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Lancet. 2001 Apr 14;357(9263):1172-5.

Orthotopic reimplantation of cryopreserved ovarian cortical strips after high-dose chemotherapy for Hodgkin's lymphoma.

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Cancer Research Campaign Department of Medical Oncology, Christie Hospital, Wilmslow Road, M20 4BX, Manchester, UK



Infertility is a common late effect of chemotherapy and radiotherapy, and has a substantial effect on the quality of life for young survivors of cancer. For men, semen cryopreservation is a simple way of preserving reproductive potential but for women, storage of mature eggs rarely proves successful, and the alternative-immediate in vitro fertilisation with cryopreservation of embryos-is not always appropriate. Reimplantation of cryopreserved ovarian tissue has been shown to restore natural fertility in animals. We applied this technique in a woman who had received sterilising chemotherapy for lymphoma.


A 36-year-old woman underwent a right oophorectomy with cryopreservation of ovarian cortical strips before receiving high-dose CBV chemotherapy for a third recurrence of Hodgkin's lymphoma. 19 months later, when serum sex steroid analysis confimed a postmenopausal state, two ovarian cortical strips were thawed and reimplanted-one onto the left ovary and another at the site of the right ovary.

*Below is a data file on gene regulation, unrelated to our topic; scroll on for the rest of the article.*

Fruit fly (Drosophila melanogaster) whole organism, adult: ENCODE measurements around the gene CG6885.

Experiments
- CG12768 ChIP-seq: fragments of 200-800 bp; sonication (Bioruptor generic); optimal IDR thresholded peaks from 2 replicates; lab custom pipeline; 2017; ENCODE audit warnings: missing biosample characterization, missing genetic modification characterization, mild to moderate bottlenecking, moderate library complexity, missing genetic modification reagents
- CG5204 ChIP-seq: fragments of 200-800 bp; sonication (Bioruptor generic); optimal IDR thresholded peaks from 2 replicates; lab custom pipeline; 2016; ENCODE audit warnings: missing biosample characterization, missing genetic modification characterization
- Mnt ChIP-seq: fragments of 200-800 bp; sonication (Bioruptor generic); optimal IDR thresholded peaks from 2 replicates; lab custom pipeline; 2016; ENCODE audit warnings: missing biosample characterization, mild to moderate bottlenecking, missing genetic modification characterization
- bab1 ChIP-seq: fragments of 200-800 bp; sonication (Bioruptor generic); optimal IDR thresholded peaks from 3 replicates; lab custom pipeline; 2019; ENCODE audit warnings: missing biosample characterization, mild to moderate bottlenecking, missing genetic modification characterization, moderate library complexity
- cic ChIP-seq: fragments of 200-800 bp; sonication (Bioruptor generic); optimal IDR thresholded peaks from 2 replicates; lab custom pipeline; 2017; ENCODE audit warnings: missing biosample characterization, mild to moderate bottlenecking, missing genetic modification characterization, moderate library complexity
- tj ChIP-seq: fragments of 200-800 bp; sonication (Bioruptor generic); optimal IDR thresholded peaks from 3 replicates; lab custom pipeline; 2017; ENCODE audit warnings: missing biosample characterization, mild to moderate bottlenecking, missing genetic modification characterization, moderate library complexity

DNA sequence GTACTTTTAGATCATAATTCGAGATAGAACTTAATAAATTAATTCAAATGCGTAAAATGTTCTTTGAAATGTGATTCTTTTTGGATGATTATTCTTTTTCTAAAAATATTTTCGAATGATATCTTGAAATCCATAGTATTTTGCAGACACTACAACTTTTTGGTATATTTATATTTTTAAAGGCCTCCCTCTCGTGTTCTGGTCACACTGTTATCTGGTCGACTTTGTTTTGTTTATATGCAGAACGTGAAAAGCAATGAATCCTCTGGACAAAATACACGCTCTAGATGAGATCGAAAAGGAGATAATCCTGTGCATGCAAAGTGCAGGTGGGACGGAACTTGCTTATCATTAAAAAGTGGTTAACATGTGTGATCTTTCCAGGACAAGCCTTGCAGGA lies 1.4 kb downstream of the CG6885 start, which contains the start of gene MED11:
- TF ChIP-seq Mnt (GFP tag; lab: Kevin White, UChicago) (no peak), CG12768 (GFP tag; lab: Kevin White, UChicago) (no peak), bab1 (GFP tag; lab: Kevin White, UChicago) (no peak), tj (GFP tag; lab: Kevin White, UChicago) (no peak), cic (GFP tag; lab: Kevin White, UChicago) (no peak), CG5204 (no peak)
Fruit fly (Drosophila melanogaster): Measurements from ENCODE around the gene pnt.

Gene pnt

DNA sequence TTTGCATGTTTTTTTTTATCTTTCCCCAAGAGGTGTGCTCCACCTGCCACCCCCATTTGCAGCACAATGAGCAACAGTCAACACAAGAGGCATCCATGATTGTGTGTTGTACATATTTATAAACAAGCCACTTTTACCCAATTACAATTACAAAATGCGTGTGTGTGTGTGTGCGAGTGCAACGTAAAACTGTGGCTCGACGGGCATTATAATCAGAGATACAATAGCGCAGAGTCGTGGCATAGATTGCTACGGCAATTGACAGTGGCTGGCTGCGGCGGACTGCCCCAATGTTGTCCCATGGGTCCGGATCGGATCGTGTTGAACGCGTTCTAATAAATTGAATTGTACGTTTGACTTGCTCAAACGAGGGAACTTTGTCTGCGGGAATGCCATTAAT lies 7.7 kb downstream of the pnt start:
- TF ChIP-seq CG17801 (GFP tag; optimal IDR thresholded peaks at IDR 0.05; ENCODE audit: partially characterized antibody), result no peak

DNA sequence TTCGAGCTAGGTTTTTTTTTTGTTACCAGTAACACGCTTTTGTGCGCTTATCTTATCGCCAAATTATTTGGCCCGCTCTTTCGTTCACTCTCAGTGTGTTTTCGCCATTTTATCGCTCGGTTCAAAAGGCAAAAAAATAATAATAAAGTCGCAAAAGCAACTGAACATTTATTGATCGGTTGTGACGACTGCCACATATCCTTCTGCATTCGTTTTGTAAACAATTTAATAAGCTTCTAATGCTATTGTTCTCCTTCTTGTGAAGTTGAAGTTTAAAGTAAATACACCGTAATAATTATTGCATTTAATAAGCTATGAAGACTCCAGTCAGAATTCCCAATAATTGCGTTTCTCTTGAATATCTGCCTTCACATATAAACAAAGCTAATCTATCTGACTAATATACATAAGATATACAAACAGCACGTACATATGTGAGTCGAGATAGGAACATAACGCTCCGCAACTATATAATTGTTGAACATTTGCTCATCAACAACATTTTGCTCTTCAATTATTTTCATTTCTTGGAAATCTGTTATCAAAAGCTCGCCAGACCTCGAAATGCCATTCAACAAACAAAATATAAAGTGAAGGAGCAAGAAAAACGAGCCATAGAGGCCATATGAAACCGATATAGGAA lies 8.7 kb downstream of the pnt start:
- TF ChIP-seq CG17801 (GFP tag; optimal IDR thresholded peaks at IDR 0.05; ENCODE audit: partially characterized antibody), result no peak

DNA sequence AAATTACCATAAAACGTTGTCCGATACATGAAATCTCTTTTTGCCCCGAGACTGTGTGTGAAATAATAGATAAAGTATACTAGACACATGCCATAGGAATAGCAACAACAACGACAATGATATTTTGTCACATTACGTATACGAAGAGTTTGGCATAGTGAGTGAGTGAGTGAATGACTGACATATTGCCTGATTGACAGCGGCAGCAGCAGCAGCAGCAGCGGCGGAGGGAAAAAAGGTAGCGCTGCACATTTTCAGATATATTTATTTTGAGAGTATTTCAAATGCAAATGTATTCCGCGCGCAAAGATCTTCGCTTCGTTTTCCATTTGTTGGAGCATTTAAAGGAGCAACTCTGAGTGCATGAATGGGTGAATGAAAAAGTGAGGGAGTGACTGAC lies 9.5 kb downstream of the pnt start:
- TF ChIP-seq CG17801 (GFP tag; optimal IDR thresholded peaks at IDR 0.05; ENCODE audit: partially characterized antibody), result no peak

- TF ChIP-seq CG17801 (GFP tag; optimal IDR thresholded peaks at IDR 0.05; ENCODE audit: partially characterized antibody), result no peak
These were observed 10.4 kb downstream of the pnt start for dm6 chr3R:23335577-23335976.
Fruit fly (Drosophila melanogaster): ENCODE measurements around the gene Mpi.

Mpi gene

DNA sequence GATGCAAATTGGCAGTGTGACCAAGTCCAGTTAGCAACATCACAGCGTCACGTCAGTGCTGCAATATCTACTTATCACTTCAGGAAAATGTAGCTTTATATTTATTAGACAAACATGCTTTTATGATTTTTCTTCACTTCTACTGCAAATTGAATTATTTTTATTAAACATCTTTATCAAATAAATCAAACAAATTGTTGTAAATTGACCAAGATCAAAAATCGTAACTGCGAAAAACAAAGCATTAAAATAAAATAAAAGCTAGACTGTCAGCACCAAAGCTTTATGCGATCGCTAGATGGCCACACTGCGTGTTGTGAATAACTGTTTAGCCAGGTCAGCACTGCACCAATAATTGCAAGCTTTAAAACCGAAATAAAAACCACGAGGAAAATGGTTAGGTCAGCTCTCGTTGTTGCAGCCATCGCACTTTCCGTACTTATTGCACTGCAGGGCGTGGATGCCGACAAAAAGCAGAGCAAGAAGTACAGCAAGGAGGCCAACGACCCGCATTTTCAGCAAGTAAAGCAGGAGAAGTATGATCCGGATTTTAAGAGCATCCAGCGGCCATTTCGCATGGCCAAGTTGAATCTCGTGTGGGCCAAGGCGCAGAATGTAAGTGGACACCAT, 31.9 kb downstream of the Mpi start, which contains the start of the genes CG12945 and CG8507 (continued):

7 months after reimplantation of ovarian cortical strips, the patient reported resolution of hot flashes and, for the first time, oestradiol was detected in the serum. This finding was associated with a decrease in the concentrations of follicle-stimulating hormone and luteinising hormone, and ultrasonography revealed a 10 mm thick endometrium, a poorly visualised left ovary, and a 2 cm diameter follicular structure to the right of the midline. The patient had one menstrual period, but by 9 months after the implantation, her sex steroid concentrations had returned to those seen with ovarian failure.


Orthotopic reimplantation of frozen/thawed ovarian cortical strips is a well tolerated technique for restoring ovarian function in women treated with sterilising chemotherapy for cancer.

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